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The Inside Out Environment.

Updated: Mar 22, 2021

By Georgina Zadelj, Country Kids Childcare 29 Aug 2015

I am a Daycare Educator operating a service called Country Kids Childcare and we live in one of the most beautiful places in North Queensland, the Cassowary Coast region situated about one hour South of Cairns.

And our journey started like this: Last year we received information about Nature Play QLD and their program sounded exactly like what we needed; at Country Kids we love missions, exploring, investigating and solving things, especially when it provides an educational experience that makes a difference. We seemed to share the same ethos and mission in lif

Our annual Sports Day was coming up, the previous year something had struck a chord with me: I had started to notice a decline in active participation in our families. So many of the parents were distracted with technology, whether it was social media or work, instead of connecting with their children participating, the activities that were going on and even the environment around them. 

So that year I made the decision to make the Sports Day a technology free event, with the exception of taking photos or video. And it worked. More families were engaged and cheering on their children, and their participation in the sports was their sole focus. It was a great outcome.

We made that Sports Day our first mission and each child received a Nature Play Passport with a special sports award in the front. I wanted to encourage the families to take home their passports and challenge themselves to complete more missions. I also wanted to share them with the school-aged children who came in on the holidays and engage more missions directly from Country Kids.

We've loved creating our own missions, and some of them have included having a sensory nature hunt; hula-hooping workshops; slip and slides; obstacle courses in the yard; as well as enjoying stories, mealtimes and other everyday experiences outside. 

This year I really wanted to have a holistic approach to my programming, strengthening on my beliefs on forming sustainable relationships as a way to inclusive practice. So part of this was to incorporate health and fitness into the experiences offered. Essentially: healthy minds and healthy bodies encourage healthy relationships. So we started Yoga through role-play, music, meditation and took it outside incorporating the natural surroundings into our storytelling and movements.

We also purchased pedometers and began taking walks down along our path that overlooks the National Park Eubenangee Swamp. While we are out we partake in numerous activities such as practicing road safety; stranger danger; number recognition; risk taking; collecting nature; connect with the community and so much more. And the best part is that it’s all outside and so beautiful.

When we first began, the children would ask to go back after a short distance but now their stamina has increased and they want to run up the hills and are excited about going all the way to the end. They roll down the hills, climb trees along the way, play follow the leader, pick up rubbish – the list is endless and the difference in them is amazing. Children also began asking to take home their pedometers and would excitingly show me the next day how many steps they had achieved.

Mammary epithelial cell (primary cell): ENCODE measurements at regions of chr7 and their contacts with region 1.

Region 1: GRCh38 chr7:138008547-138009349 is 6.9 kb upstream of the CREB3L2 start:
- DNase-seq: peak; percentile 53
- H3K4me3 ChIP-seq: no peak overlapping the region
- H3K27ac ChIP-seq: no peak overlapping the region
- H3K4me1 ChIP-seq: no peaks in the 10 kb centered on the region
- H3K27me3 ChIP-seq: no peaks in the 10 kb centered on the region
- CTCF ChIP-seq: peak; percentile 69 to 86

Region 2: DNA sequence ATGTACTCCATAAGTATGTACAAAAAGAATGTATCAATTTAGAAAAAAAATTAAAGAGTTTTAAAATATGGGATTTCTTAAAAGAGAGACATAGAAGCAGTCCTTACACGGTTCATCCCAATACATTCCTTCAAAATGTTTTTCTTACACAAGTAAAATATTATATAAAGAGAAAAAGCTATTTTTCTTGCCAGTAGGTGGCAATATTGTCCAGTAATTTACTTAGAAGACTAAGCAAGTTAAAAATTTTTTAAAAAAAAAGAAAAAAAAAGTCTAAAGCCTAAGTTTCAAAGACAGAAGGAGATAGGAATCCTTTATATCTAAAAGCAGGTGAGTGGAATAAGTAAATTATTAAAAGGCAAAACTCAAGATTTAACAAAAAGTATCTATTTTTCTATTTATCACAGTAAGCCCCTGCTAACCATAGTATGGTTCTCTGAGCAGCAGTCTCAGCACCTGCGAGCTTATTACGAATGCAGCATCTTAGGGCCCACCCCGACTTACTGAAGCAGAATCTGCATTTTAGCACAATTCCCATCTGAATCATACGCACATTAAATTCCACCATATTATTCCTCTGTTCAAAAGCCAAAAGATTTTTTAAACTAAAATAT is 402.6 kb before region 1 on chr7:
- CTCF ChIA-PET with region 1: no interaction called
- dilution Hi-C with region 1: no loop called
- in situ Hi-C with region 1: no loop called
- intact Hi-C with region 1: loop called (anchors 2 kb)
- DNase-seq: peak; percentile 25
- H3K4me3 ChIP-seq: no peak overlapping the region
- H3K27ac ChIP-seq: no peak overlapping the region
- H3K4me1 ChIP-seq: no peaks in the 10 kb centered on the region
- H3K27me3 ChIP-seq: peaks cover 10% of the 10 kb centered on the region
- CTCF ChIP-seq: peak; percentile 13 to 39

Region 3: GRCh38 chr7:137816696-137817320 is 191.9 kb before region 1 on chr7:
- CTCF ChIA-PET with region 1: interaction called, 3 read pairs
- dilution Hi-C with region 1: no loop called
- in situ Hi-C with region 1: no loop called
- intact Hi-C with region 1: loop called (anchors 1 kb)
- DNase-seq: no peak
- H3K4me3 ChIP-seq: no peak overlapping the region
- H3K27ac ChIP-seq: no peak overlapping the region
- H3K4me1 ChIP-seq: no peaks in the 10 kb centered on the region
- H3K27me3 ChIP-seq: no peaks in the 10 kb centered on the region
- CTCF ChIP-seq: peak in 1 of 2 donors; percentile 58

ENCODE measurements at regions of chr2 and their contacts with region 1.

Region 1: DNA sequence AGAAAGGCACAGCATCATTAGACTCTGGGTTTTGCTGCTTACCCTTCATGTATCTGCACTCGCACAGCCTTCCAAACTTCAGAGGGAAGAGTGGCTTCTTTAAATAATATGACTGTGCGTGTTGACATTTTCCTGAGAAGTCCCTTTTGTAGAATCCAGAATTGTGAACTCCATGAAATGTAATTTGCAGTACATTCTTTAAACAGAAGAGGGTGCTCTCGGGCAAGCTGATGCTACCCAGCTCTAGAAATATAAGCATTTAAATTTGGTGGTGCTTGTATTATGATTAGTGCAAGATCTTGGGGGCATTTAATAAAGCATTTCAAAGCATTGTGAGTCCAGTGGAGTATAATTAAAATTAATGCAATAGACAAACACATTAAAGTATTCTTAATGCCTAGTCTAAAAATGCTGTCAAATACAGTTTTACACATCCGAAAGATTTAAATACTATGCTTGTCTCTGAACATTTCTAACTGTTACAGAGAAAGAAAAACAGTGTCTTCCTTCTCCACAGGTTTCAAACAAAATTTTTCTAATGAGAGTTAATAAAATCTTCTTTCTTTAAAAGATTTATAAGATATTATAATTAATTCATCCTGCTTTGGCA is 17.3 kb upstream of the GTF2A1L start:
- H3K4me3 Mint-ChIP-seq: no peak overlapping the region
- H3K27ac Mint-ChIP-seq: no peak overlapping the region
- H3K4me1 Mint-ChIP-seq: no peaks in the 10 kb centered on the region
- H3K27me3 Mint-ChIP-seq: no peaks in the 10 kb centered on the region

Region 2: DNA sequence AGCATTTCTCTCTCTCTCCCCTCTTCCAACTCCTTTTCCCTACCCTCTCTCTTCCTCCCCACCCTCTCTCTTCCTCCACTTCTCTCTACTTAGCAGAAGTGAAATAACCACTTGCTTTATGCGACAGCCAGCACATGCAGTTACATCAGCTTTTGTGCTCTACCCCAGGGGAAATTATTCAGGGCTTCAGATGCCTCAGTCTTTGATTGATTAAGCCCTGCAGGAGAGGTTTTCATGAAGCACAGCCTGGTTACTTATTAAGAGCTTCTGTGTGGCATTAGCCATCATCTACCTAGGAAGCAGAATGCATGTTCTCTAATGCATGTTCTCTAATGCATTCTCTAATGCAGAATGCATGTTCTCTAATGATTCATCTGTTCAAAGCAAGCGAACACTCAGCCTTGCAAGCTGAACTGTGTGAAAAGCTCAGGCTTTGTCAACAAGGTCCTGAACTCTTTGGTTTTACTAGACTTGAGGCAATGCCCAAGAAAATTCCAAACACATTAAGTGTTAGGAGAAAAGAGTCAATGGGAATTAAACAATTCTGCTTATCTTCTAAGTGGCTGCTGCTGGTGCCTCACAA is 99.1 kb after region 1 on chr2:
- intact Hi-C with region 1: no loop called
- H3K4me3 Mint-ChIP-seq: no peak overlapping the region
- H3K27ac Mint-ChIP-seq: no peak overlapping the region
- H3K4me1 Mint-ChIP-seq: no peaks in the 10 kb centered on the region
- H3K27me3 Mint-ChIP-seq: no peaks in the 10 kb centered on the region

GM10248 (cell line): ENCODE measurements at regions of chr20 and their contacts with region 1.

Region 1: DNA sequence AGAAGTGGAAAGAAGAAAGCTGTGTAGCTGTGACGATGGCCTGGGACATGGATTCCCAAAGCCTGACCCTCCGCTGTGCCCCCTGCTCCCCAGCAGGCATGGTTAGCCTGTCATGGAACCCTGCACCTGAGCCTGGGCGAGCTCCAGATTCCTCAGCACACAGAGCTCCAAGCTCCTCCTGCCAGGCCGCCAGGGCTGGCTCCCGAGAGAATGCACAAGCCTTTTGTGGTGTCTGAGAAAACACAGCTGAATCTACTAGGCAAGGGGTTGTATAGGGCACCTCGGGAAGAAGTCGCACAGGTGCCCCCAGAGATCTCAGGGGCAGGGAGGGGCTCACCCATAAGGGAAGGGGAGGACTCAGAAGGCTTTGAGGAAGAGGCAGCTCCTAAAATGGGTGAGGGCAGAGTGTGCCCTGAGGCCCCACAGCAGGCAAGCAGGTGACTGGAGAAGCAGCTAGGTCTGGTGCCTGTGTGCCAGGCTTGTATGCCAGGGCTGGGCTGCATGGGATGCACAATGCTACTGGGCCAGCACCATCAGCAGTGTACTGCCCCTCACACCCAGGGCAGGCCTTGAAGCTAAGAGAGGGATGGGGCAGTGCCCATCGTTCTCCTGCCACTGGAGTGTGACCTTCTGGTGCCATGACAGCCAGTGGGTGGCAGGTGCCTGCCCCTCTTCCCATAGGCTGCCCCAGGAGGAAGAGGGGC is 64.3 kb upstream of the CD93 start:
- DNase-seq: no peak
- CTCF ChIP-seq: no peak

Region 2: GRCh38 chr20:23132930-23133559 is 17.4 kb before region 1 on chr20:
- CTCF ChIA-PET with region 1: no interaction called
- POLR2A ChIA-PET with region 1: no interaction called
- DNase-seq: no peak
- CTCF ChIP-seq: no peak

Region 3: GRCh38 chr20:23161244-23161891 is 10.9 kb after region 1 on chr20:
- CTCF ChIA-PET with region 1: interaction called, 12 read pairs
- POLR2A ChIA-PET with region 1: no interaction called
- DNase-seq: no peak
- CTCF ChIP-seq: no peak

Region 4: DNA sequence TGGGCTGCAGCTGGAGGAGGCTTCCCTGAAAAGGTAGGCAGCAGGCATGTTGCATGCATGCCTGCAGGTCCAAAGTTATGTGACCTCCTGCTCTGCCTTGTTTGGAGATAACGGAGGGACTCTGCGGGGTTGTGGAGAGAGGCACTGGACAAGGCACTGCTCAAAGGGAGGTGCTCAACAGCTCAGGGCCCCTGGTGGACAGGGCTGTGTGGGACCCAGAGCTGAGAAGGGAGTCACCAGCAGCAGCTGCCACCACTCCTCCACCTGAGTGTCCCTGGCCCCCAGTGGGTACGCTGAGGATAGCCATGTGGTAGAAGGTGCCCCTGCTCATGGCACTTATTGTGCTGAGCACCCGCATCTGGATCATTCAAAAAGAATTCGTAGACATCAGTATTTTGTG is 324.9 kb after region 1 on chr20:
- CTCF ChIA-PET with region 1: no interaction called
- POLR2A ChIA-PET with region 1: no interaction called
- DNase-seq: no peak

One day a parent shared with me that her workplace had joined the 10,000 Steps Challenge and mentioned that because of the nature of her job (sitting at a desk) and the rain on some days, it was definitely becoming a challenge to reach her goal. I agreed that the rainy days do make it difficult and made a remark on how we should just start our own Action Research Project – and that’s all it took. I have since purchased 20 more pedometers and had another 30 kindly donated by a community organisation.

Starting in October we will be looking at “How Does The Environment Affect Activity in Families”. We are hoping to capture moments on video as well as having a blog that families can connect with. We want to be able to share their goals and dreams for a healthier lifestyle, one that encourages us not only to be more active but also to connect with our environment and use it to our best advantage.

Some of the challenges that we anticipate are firstly weather. If you are familiar with our area you would know that it gets quite a lot of rainfall; then when the sun is out there is a policy that states no direct sunlight during the hours of 10.00am to 3.00pm – which essentially are the core hours that a lot of children spend in care or for leisure. Another challenge we see will be the time and opportunity for families to increase their connection with nature. This could be due to work commitments or already established habits with technology use.

The area they live in could also impact on their activity, for example, they could be rural or town dwellers; live in a unit or house or even have shared arrangements. All these factors will determine each participant’s level of engagement.

So in order to prepare families, a “Screen Time versus Green Time” activity will be sent home as well as the “Things To Do” activity sheets. My aim is to give these children and their families the best opportunity to discover the world around them and hear the message Earth is sending us.

We are one planet; one community so it’s up to us to keep ourselves and our environment resilient into the future.

Georgina is a family Daycare educator operating a service called Country Kids Childcare. She lives in one of the most beautiful places in North Queensland, the Cassowary Coast region situated about one hour South of Cairns.


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